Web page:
What you need: Wristbands (for your ankles)! Gloves!
Props: Thinny bands (the ones that Velcro around your ankles).
Clothing Considerations: Long pants make the ankle bands more comfortable.
Sweat Factor: Very light sheen. You can go to happy hour after or get away with not showering before work.
When I think of B-sides, I think of the white cassette tapes I purchased in the early '90s when my favorite group would release their newest single. My favorite song was on the A-side and often a not so great song, or an instrumental version of the A-side song would show up on the B-side. I'd usually give the B-side a quick chance, but quickly eject, flip the tape over and listen and rewind and listen and rewind the A-side. More music savvy consumers than I, collect records, the home of the original A and B-side, and there's much debate among collectors about the greatest B-sides of all time. Songs that may have been even better than the A-side that sold the album in the first place.
I must say that Lithe's B-sides was a mix of this A-side vs B-side question for me. A mix of OH MAN THIS COULD BE A CLASSIC with a little WHAT THE...! I can start by saying if you like Thinny (which I love), I think you'll really enjoy B-Sides. It's grounded for most of the class, like Thinny is, and the bands are around your ankles like they are in Thinny. However, I think the comparisons really end there. B-sides is like a mix of A-List Abs, Waspie, and Stems. Just sculpt city USA.The thing that makes B-Sides a little bit discombobulating is how different it is than those classes too.
Because in addition to the Thinny bands around the ankles, you grab the same bands with your hands too. Not additional bands hanging from the ceiling. You grab the bands that are around your ankles, find a place where you have a little slack and pull them towards you. This resistance is a monster. You have to really engage your core to keep your feet on the ground as you pull them away from you with arms. This is where the discombobulation occurs at first.
This is a class where you really need to listen to the cues your first few times. If you're a newbie, get to class early (especially at Rittenhouse) and get a mat with a good view of the instructor. Bari was my guide, and her cues were incredibly important. She explained what to do, and more importantly what NOT to do so that you don't accidentally strain your neck or something else as you wobble around at first.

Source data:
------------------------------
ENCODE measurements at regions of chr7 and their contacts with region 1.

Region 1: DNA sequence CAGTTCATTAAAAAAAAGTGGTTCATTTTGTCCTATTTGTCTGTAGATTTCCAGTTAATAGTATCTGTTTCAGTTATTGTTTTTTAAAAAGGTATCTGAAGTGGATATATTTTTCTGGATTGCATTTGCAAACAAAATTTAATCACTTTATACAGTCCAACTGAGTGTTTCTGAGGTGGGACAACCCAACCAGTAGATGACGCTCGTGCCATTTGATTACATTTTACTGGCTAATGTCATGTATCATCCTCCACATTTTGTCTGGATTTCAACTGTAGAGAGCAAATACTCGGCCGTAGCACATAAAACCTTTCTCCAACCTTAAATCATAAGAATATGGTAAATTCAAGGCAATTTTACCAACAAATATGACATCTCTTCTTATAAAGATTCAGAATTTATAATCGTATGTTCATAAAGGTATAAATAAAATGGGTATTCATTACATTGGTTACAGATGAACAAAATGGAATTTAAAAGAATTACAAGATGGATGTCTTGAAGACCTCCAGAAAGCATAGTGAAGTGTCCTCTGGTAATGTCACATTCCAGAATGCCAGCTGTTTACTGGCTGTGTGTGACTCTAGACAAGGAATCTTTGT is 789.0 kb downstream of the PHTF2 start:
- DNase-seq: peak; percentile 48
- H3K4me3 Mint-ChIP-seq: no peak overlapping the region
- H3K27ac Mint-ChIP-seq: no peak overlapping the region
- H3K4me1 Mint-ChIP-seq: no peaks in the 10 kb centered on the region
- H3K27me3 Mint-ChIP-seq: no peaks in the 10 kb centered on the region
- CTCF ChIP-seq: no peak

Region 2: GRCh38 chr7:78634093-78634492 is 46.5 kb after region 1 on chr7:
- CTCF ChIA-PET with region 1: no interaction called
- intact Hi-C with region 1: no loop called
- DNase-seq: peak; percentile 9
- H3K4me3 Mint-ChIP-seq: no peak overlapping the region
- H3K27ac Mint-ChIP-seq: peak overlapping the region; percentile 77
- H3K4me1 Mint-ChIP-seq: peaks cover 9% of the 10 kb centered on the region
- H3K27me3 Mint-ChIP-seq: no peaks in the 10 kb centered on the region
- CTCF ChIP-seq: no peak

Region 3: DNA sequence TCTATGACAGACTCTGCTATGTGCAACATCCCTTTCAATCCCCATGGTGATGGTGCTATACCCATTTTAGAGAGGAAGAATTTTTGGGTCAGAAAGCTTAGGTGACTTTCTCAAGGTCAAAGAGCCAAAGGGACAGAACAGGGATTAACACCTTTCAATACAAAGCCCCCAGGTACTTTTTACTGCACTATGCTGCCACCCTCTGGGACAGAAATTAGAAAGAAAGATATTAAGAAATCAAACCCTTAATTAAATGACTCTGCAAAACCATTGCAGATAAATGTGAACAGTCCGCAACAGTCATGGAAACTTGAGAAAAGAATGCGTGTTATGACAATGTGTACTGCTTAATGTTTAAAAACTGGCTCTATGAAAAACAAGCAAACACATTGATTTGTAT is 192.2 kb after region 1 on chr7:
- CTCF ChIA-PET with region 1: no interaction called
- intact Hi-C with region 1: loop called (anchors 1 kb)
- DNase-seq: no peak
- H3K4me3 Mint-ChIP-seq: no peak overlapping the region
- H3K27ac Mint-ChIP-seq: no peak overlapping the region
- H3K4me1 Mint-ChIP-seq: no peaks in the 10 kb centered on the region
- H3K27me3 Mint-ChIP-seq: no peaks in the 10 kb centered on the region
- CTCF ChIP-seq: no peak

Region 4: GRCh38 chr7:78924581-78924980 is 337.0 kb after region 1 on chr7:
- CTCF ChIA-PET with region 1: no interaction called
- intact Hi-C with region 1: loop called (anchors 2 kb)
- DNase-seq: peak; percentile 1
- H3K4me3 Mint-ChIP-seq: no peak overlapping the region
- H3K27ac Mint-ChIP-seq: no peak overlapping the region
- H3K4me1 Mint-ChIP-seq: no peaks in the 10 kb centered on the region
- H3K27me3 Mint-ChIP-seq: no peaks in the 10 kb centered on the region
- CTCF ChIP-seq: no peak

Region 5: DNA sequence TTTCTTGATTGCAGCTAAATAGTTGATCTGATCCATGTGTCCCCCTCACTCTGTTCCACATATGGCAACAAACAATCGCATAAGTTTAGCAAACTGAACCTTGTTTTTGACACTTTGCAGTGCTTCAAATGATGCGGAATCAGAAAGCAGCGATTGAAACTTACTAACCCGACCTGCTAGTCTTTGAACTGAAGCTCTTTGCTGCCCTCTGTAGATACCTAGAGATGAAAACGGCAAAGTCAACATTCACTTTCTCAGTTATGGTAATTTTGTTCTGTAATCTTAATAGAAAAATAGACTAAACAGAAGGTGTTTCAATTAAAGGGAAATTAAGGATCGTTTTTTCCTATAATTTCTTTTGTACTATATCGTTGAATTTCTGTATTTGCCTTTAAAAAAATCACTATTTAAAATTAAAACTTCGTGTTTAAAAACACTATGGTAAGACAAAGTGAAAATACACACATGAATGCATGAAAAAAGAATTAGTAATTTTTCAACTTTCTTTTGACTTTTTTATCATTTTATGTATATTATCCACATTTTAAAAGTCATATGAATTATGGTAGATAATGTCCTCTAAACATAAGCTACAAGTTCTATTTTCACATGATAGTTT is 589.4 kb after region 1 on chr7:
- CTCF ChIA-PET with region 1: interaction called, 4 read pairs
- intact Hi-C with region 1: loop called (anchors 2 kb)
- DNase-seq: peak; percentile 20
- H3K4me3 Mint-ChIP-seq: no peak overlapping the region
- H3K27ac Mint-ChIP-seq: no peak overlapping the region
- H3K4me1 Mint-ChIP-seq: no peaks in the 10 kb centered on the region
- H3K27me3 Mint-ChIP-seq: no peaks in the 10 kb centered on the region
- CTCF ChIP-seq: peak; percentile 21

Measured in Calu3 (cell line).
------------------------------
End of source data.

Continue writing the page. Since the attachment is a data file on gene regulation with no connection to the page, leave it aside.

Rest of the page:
The other key to this class is PLACEMENT. Placement of yourself right under the bracket in the ceiling where the bands are coming from makes a huge difference. A fellow Lither saw me struggling and encouraged me to scoot my tuckus right underneath the bracket and VOILA, I was a pro! (Kinda.) The next placement to be mindful of? Where you place your hands along the bands. Where you grab the bands will need to change depending on the move. Sometimes you'll need more slack, sometimes less. Listen to cues and remember to move your hands around consistently. This is especially important when doing the standing vertical band work (my new fave).
I have to say, although I've been a bit of a mess both times I've taken the class (improving every time), I absolutely love it. It's totally different than anything else, which I always welcome and which Lauren is so uncannily good at providing, and it's challenging. It's nice not to have muscle memory for something and have to work hard to get it right. And working hard is what you do. You quake, you shake, you tremble and you WERK IT.
Sometimes a break from CCS is just what the doctor ordered, especially when you're not sacrificing burn or difficulty level (which I never you think you do with grounded classes but more skeptical folks will likely agree with me for B-sides.) I say take a friend and give it a shot, if you haven't already. Sit next to each other. Shoot each other WTF glances, let go, and get into it. I will make this a weekly staple as long as I can, that's for certain.
See you in class!